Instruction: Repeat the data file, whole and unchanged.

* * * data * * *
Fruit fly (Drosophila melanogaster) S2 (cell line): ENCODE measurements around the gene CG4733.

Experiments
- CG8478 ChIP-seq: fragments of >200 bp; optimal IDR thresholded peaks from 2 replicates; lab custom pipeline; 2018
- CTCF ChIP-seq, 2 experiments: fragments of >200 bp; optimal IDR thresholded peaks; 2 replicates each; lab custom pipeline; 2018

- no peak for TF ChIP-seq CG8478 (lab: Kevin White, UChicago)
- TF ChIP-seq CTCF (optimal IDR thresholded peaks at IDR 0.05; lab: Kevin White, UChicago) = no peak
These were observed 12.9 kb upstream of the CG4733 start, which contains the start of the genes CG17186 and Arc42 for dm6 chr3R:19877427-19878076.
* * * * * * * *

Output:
Fruit fly (Drosophila melanogaster) S2 (cell line): ENCODE measurements around the gene CG4733.

Experiments
- CG8478 ChIP-seq: fragments of >200 bp; optimal IDR thresholded peaks from 2 replicates; lab custom pipeline; 2018
- CTCF ChIP-seq, 2 experiments: fragments of >200 bp; optimal IDR thresholded peaks; 2 replicates each; lab custom pipeline; 2018

- no peak for TF ChIP-seq CG8478 (lab: Kevin White, UChicago)
- TF ChIP-seq CTCF (optimal IDR thresholded peaks at IDR 0.05; lab: Kevin White, UChicago) = no peak
These were observed 12.9 kb upstream of the CG4733 start, which contains the start of the genes CG17186 and Arc42 for dm6 chr3R:19877427-19878076.